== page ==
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Well I seem to be unable to make a post here without stirring up controversy. First I suggested that you look for free admission to the museum, but that seems to be immoral on some level. Then I tried to kill people by suggesting they eat old chicken. And yesterday, well, nevermind.

But I'm going to give it another try, anyway. Go ahead, Fool Alert me. I don't care. ;-)

I know that some of you, though you consider yourselves to be retired, have earned a little income last year. This post is for you and for anyone else who is working even if they are not yet retired.

If you worked just a little bit last year, there are two things in the tax code that might apply to you and for which you'd get tax credits. Tax credits are much better than deductions. Both of these provisions limit total income and require that you have some earned income. Pensions, dividends, capital gains, etc. do not count as earned income but do affect your total income. You need something like a job or self-employment to get earned income.

Tax Credit for IRA Contribution

From the IRS website:

You may be able to take a tax credit if you make eligible contributions (defined later) to a qualified retirement plan, an eligible deferred compensation plan, or an individual retirement arrangement (IRA). You may be able to take a credit of up to $1,000 (up to $2,000 if filing jointly). This credit could reduce the federal income tax you pay dollar for dollar.
Can you claim the credit? If you make eligible contributions to a qualified retirement plan, an eligible deferred compensation plan, or an IRA, you can claim the credit if all of the following apply.

1. You were born before January 2, 1986.
2. You are not a full-time student (explained later).
3. No one else, such as your parent(s), claims an exemption for you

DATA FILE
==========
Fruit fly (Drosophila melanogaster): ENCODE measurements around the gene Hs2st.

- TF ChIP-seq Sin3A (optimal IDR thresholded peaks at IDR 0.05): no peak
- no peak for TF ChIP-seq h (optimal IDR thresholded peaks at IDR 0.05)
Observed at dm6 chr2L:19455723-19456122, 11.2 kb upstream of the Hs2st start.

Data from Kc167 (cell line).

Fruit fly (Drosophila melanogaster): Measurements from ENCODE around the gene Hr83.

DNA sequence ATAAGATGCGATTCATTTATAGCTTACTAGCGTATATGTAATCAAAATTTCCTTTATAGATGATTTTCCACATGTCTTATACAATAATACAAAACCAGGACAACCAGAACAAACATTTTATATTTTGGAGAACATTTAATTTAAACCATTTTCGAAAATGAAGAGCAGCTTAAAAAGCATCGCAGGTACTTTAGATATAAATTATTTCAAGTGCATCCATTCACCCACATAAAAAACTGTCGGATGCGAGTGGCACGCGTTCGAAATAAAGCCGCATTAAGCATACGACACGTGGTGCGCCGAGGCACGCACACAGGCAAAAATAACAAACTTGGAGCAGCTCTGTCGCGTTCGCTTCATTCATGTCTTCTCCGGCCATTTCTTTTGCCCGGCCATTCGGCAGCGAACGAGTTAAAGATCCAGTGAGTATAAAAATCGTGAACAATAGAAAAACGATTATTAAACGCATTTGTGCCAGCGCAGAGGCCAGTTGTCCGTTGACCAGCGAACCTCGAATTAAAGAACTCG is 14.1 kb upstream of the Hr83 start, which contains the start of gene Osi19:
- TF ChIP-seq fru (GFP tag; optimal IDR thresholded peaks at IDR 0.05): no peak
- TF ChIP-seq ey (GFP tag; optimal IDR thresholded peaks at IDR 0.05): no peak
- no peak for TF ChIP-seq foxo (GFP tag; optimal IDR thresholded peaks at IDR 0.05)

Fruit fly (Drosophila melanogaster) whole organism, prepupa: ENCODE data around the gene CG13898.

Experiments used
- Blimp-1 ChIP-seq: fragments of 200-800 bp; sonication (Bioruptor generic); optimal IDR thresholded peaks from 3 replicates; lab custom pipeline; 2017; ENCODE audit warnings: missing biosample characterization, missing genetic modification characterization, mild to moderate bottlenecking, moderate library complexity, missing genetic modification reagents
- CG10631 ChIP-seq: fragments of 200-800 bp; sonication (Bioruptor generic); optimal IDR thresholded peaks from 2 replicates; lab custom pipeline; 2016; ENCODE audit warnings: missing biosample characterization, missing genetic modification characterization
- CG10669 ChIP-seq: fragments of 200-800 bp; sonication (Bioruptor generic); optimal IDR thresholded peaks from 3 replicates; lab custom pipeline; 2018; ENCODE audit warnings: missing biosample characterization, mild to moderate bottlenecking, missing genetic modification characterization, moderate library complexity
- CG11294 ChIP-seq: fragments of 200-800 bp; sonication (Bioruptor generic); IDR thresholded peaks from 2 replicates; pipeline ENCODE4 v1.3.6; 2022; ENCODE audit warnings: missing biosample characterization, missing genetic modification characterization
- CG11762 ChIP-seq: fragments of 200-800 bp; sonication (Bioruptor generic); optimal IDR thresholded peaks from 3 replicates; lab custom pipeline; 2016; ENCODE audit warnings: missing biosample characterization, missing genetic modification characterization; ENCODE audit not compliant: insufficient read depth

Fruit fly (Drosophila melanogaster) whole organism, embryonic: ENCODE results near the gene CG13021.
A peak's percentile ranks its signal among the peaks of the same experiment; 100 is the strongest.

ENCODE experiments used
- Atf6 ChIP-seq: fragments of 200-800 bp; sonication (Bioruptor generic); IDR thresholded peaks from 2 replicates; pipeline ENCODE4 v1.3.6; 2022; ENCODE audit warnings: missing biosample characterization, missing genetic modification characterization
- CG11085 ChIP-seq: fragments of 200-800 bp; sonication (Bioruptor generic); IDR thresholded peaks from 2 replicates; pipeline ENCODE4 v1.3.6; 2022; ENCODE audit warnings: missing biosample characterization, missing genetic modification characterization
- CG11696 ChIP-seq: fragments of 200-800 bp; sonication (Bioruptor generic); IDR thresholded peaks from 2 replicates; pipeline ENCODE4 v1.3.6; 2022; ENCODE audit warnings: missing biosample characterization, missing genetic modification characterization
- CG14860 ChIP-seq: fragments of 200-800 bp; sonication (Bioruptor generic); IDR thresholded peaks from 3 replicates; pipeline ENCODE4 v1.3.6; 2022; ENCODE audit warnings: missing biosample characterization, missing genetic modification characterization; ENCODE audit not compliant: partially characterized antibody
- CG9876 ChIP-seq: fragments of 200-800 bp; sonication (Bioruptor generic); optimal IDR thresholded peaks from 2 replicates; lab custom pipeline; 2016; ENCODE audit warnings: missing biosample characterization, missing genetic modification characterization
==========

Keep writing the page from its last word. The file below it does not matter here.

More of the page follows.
on their tax return.
4. Your adjusted gross income (defined later) is not more than:
1. $50,000 if your filing status is married filing jointly,
2. $37,500 if your filing status is head of household (with
qualifying person), or
3. $25,000 if your filing status is single, married filing
separately, or qualifying widow(er) with dependent child.

Earned Income Tax Credit,,id=96406,00.html

I always thought you had to have a dependent to qualify for this. Apparently not so. From the website:

To qualify for the credit, both the earned income and the adjusted gross income for 2003 must be less than $29,666 for a taxpayer with one qualifying child ($30,666 for married filing jointly), $33,692 for a taxpayer with more than one qualifying child ($34,692 for married filing jointly), and $11,230 for a taxpayer with no qualifying children ($12,230 for married filing jointly). The EITC Eligibility Checklist on the last page of IRS' Publication 596 , Earned Income Credit, may be used to quickly determine eligibility for the credit.

If you've already filed your income taxes for 2003, it's not too late. You might be able to file an amended return. And you have until April 15 to make a 2003 contribution to an IRA.

- tmeri
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